© Copyright Pearson Education. All rights reserved.

Kirkus Reviews
A perceptive study of how Evelyn Waugh (1903-1966) emerged from middle-class beginnings to inhabit the tony corridors described in Brideshead Revisited (1945). By the time of his death, Waugh had been dismissed as a pretentious snob whose best days were long behind him. Byrne (Perdita: The Literary, Theatrical, Scandalous Life of Mary Robinson, 2005, etc.) seeks to redeem her subject, and she makes her job easier by focusing the narrative almost entirely on Waugh's best-known work. It makes for an incomplete biography, but Byrne more than compensates with a close reading of his defining experiences as a bisexual, a Catholic and especially as a young man eager to explore the upper class. At Oxford he fell into the orbit of a number of students born into wealth, and his time at college seemed more dedicated to heavy drinking and sexual experimentation than any formal learning. Among his peers was Hugh Lygon, the son of Lord Beauchamp, patriarch of Madresfield (aka "Mad"), the lavish estate that would serve as the model for Brideshead. The Lygons were abundantly wealthy but hardly trouble-free. Hugh eventually sank into a deep alcoholism, and Beauchamp was forced to leave England after his affairs with young men came to light. (Byrne is the first to see a divorce petition that describes his dalliances with young servants.) Regardless, Waugh struck up a close friendship with two of Hugh's sisters, Maimie and Coote, who supported him through his writing career and failed romances. The author was seduced and inspired by Mad's opulence, but Byrne doesn't paint him as an opportunistic hanger-on-his affection for Beauchamp and the Lygon sisters was deep and respectful. Quoted letters capture thedepth of their relationship, down to the private slang. Though Byrne's exploration of Waugh's Catholic faith is relatively slight, she smartly exposes how much it informed Brideshead and how much of the Lygons' internal turmoil thrummed within the novel. A sharp, entertaining literary biography that encompasses plenty despite its narrow focus. Agent: Andrew Wylie/The Wylie Agency
Chicago Tribune
“An utterly captivating and generous book with all the intimacy of a diary and the scholarly soundness of a fine biography…A singular accomplishment.”
Booklist
“Well-researched and absorbing.”
Heller McAlpin
“An engaging book…remarkably thorough…Deftly interweaving biographical details and textual analysis, Byrne makes the connections between Waugh’s art, Roman Catholic faith, and life dance.”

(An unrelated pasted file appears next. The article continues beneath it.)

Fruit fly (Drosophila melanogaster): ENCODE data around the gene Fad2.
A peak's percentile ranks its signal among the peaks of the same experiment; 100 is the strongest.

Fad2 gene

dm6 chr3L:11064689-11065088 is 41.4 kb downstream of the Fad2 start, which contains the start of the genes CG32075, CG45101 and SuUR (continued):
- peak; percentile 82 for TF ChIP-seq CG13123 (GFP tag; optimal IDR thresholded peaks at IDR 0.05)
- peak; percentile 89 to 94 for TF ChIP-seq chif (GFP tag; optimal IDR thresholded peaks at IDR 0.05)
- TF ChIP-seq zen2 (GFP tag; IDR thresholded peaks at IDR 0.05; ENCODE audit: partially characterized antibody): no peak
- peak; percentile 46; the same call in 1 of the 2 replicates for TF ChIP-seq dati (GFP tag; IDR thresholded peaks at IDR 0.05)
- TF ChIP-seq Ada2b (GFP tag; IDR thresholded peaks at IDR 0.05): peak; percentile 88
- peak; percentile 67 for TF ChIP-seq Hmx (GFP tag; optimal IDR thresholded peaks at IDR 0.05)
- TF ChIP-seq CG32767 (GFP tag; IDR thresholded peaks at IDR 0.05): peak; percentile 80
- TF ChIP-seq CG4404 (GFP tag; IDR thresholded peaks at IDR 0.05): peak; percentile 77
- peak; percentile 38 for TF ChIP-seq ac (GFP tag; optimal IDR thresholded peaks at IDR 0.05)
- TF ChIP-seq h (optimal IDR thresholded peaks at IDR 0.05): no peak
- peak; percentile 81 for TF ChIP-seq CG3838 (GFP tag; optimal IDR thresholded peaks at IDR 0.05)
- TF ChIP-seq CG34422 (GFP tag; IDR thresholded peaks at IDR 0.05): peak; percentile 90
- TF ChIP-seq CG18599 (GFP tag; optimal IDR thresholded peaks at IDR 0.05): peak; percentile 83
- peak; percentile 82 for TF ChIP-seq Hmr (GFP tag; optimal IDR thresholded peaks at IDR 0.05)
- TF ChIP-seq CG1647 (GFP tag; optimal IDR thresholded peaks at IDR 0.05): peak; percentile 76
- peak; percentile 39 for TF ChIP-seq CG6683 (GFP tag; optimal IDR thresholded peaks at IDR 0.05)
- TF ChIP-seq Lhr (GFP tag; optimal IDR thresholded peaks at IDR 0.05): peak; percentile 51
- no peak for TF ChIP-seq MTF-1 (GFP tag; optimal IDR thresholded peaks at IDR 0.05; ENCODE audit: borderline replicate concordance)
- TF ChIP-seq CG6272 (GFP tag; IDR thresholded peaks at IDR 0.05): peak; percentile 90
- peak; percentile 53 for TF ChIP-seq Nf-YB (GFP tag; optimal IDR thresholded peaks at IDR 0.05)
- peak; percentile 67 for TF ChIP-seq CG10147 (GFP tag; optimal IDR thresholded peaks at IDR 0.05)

Michael Dirda
“Altogether excellent and wickedly entertaining…Scandalous detail enlivens every page of this delicious biography…Over the years I’ve read all the major biographies of Evelyn Waugh, and Byrne’s is…the fastest moving and the most fun.”
Alexander Waugh
“A splendid new book…While displaying the research values of a scholar Byrne also manages to write with the panache and timing of a popular novelist.”
Martin Rubin
“’Mad World’ is the perfect title for this sparkling book, a hybrid of family romance, incisive literary criticism, and deliciously hot gossip.”

Product Details

ISBN-13:
9780060881313
Publisher:
HarperCollins Publishers
Publication date:
03/08/2011
Pages:
384
Sales rank:
611,989
Product dimensions:
6.00(w) x 8.90(h) x 1.10(d)

What People are Saying About This

Michael Dirda
“Altogether excellent and wickedly entertaining…Scandalous detail enlivens every page of this delicious biography…Over the years I’ve read all the major biographies of Evelyn Waugh, and Byrne’s is…the fastest moving and the most fun.”
Martin Rubin
“’Mad World’ is the perfect title for this sparkling book, a hybrid of family romance, incisive literary criticism, and deliciously hot gossip.”
Heller McAlpin
“An engaging book…remarkably thorough…Deftly interweaving biographical details and textual analysis, Byrne makes the connections between Waugh’s art, Roman Catholic faith, and life dance.”
Alexander Waugh
“A splendid new book…While displaying the research values of a scholar Byrne also manages to write with the panache and timing of a popular novelist.”

Meet the Author

Paula Byrne is the critically acclaimed author of five biographies, including Belle: The Slave Daughter and the Lord Chief Justice, The Real Jane Austen, and Mad World: Evelyn Waugh and the Secrets of Brideshead. She lives in Oxford, England, with her husband, the academic and biographer Jonathan Bate.